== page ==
Earlier this week, Dave linked to a fellow San Antonian's adventures with a crispy-crittering minivan:
Over a dozen folks stopped in person while the van was in flames to make sure I had gotten out of it okay. Some had followed me off of Nacogdoches Road after seeing the flames under my van. I’m sure some of them were just stopping by and snapping photos with their cell phones, but I really didn’t care. One kind lady, in a small red SUV, even offered to give me a ride home after the tow truck came, but I declined gracefully by saying my wife would give me a ride home from the impound lot after the van was towed. I’m assuming she meant to give me a ride “back to my own home.” :)Last night it was my turn, though thankfully the incident didn't involve a) my vehicle or b) fire.
My non-evil cousin, Becky is house sitting for her sister and came over last night to ask me for a ride up to the corner store. Seems she's been having problems with her Plymouth overheating and dying on her. She had a diagnostic run on it & they said that she needed new spark plugs. (I need to ask her who she took it to, but I'm guessing Pep Boys.) She stopped for gas yesterday & it died at the pump, so some men helped her push it up into a parking space where she left it with permission from Valero employees.
So I gave her a ride up the street and she got in her van and it started right up. She pulled up beside where I'd parked & said her headlights weren't working. MUCH less than optimal being that this was well after dark. "Well, follow me home." She said she'd honk if it died again. I waited til there was absolutely no traffic (room enough for the both of us to turn out) and turned. She didn't. She's an overly cautious driver, so it took me about half a block to realize she wasn't going to go anywhere. I turned around and came back, paused beside her. "It died on you already, didn't it?"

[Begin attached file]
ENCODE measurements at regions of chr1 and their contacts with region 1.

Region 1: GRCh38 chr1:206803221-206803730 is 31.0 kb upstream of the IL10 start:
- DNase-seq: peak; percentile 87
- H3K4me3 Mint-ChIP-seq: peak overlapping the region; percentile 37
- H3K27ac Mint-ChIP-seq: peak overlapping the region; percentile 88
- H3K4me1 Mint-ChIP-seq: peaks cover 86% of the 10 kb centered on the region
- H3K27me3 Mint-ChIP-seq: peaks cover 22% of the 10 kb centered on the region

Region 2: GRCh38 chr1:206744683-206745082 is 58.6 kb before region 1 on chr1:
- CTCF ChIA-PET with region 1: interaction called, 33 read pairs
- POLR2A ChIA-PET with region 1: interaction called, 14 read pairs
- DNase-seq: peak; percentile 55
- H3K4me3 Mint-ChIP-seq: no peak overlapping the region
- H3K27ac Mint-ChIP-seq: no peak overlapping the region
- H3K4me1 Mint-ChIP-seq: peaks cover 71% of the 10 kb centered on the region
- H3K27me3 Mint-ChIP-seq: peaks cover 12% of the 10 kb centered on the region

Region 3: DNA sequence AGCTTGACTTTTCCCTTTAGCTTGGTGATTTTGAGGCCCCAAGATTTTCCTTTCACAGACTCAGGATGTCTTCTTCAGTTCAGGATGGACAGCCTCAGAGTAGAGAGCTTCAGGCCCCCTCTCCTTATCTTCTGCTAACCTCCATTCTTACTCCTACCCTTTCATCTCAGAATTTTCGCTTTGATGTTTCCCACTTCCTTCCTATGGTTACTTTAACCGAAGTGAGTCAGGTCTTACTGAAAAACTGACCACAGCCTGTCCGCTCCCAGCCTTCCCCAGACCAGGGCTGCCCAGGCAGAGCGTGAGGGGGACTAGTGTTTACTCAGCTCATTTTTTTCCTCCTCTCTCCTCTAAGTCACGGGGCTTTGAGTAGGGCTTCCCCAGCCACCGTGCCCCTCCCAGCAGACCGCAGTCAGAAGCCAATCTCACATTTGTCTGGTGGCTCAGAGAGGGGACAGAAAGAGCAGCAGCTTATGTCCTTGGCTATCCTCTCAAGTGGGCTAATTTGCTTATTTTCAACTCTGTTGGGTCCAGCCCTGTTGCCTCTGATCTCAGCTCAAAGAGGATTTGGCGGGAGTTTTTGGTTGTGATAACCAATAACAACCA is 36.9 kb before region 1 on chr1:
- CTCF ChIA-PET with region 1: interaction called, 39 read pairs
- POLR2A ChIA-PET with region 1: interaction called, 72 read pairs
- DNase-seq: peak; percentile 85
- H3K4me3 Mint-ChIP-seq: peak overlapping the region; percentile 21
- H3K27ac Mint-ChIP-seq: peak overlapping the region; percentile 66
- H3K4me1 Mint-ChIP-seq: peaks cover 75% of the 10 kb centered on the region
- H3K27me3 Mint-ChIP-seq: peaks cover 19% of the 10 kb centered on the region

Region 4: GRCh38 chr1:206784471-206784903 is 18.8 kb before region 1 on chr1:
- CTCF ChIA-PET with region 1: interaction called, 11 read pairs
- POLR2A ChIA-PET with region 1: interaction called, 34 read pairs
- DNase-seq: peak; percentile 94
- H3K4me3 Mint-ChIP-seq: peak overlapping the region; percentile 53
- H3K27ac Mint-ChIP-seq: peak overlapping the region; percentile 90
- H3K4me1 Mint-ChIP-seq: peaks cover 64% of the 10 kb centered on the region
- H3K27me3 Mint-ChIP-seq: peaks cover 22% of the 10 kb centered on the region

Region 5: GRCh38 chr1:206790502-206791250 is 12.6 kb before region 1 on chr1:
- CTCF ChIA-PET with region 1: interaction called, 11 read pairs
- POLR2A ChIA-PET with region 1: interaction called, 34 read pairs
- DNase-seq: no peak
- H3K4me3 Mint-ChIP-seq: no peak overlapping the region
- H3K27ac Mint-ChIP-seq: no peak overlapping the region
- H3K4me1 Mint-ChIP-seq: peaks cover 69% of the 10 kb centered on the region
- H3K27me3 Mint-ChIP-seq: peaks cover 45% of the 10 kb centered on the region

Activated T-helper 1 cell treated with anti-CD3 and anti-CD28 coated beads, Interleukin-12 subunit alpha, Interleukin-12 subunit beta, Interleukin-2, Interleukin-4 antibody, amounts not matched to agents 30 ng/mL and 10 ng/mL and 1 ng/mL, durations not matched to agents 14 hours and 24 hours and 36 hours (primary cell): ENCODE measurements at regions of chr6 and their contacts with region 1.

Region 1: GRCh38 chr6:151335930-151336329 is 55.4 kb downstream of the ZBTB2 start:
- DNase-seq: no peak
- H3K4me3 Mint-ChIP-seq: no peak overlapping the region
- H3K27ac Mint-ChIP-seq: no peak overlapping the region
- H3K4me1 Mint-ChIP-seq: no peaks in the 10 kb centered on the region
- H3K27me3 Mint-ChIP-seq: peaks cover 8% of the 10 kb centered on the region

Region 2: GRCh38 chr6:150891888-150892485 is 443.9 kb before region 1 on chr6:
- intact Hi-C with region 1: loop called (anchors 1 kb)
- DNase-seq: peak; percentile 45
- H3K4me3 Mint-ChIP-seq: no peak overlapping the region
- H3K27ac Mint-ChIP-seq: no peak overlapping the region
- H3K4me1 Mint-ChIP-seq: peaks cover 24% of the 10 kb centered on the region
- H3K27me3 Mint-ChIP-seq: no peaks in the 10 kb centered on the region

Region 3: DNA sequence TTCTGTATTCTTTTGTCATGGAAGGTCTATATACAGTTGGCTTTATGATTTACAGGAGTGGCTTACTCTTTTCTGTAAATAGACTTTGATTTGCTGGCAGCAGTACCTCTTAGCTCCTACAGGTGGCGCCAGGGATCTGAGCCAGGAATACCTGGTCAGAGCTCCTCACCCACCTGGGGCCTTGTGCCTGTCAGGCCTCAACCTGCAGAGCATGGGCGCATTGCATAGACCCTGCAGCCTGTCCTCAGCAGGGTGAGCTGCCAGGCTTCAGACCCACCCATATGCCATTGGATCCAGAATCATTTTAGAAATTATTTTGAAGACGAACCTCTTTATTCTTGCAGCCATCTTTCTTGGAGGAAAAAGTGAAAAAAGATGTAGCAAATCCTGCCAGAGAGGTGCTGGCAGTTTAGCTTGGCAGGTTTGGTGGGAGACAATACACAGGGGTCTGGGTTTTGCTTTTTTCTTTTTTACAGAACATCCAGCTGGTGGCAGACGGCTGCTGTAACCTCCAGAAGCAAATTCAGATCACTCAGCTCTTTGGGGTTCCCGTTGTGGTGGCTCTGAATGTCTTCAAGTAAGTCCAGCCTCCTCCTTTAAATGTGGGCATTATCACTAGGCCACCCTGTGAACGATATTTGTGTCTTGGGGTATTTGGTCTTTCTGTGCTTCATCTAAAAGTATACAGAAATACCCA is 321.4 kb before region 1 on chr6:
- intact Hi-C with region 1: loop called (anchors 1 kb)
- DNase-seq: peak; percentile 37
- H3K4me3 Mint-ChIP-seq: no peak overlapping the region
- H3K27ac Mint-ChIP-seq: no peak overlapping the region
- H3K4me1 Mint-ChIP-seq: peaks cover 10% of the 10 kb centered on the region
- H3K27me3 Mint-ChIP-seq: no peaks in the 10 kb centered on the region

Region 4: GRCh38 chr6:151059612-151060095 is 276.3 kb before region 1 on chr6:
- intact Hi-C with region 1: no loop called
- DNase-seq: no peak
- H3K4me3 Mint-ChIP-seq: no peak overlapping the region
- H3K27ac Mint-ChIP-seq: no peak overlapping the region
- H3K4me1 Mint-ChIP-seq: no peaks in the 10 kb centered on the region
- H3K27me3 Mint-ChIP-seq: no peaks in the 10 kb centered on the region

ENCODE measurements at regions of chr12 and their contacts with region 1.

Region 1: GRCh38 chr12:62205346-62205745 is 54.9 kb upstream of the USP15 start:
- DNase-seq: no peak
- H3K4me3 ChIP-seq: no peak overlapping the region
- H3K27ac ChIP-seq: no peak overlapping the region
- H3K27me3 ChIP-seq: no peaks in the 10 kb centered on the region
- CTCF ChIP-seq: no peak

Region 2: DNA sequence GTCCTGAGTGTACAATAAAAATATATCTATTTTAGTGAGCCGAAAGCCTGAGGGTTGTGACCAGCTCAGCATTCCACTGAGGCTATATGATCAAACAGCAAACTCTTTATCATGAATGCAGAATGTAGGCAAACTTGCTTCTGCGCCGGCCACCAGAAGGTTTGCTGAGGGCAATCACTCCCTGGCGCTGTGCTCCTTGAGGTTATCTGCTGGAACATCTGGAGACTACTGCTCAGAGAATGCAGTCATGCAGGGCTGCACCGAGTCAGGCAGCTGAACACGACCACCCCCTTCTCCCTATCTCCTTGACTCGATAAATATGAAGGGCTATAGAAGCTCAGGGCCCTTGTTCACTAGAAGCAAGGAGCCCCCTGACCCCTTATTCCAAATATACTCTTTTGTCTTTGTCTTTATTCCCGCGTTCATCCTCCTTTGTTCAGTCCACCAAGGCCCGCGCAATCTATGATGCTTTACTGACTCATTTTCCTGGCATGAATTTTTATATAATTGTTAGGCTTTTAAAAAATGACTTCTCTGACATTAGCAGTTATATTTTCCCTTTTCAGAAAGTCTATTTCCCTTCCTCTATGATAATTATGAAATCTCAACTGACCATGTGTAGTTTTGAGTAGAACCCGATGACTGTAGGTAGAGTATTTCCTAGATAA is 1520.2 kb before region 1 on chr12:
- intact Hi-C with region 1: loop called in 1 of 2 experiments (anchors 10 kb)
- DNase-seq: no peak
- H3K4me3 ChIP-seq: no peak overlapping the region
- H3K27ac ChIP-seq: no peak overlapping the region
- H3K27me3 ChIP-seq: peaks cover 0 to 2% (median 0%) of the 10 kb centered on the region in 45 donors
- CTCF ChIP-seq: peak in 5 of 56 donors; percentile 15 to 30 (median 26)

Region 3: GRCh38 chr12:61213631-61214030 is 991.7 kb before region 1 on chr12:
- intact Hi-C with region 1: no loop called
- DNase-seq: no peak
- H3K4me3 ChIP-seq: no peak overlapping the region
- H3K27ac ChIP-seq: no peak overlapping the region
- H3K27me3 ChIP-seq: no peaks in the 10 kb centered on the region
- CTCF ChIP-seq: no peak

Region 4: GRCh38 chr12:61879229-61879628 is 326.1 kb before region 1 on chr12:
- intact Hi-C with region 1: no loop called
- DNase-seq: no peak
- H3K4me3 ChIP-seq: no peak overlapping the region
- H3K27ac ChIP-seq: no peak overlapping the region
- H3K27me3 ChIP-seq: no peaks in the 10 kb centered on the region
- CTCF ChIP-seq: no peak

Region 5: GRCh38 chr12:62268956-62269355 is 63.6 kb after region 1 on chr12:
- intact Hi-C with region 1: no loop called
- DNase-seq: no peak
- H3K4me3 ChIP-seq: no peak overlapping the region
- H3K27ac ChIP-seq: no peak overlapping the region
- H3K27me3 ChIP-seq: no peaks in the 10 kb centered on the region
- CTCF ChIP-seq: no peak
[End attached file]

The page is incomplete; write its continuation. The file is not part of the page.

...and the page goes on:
Parked my car, walked back. She's sitting in the drive in the minivan. It's on a little incline. We can't push it back (I'm confident I could have pushed it if it was on a flat surface; I've pushed bigger vehicles before). We weren't there a minute before we had five guys pushing the van back into a parking space.
They figured it was her battery giving her problems. She broke out the cables and one of the men pulled up his car and they jumped it. It started up. Men scattered. I stood by her a second and we talked about her driving it around the trailer park when she got back so the battery could charge up. I notice it's sounding kind of funny.
"Stand on the gas a little bit."
Bad news. It died again as we sat there. I told her just to leave it for the night; it was too much trouble to deal with right then. I had to pull my car up and jump it for her just enough for her to get the windows rolled up (she has a bunch of stuff in her van). One of the men who'd helped earlier came back out, seeing that we were still having trouble. We told him what had happened with the van dying again and he went to take a look at it.
Well, the problem isn't the spark plugs. Or the battery. Or the alternator, as we'd also thought likely. The serpentine belt had come loose (thinking on it, since it wasn't snapped, I'm gonna bet the tensioner arm broke; we had that happen on Rob's Corsica & it killed the alternator).
So we had a group of strangers stop to help and they even did a better job of finding out what was wrong than whoever Becky and her husband paid to do a diagnostic test!
Good to live here, where people still stop to help, even in a bad part of town.